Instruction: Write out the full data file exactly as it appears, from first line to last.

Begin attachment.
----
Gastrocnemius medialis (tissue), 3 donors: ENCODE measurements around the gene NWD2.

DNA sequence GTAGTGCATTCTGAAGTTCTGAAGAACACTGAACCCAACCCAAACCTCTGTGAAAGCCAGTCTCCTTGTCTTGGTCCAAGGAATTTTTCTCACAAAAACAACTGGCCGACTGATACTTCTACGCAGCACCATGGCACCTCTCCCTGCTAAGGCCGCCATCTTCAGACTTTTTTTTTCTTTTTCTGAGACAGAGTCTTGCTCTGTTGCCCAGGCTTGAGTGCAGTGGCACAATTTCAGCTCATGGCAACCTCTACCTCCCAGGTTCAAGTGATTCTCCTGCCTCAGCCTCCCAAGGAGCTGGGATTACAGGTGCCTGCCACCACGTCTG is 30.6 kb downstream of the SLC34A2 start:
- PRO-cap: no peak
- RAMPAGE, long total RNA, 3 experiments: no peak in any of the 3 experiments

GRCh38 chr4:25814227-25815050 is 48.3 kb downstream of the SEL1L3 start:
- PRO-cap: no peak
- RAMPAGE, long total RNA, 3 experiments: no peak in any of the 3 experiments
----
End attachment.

Gastrocnemius medialis (tissue), 3 donors: ENCODE measurements around the gene NWD2.

DNA sequence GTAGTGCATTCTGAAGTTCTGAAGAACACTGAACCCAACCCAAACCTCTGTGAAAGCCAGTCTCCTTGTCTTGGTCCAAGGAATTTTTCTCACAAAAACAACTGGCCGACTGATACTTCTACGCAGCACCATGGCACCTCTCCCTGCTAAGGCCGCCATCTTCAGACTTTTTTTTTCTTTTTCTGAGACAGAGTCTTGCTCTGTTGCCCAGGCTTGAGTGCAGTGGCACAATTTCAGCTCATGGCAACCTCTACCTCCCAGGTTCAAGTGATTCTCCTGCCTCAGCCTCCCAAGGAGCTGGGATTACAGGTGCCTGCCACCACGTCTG is 30.6 kb downstream of the SLC34A2 start:
- PRO-cap: no peak
- RAMPAGE, long total RNA, 3 experiments: no peak in any of the 3 experiments

GRCh38 chr4:25814227-25815050 is 48.3 kb downstream of the SEL1L3 start:
- PRO-cap: no peak
- RAMPAGE, long total RNA, 3 experiments: no peak in any of the 3 experiments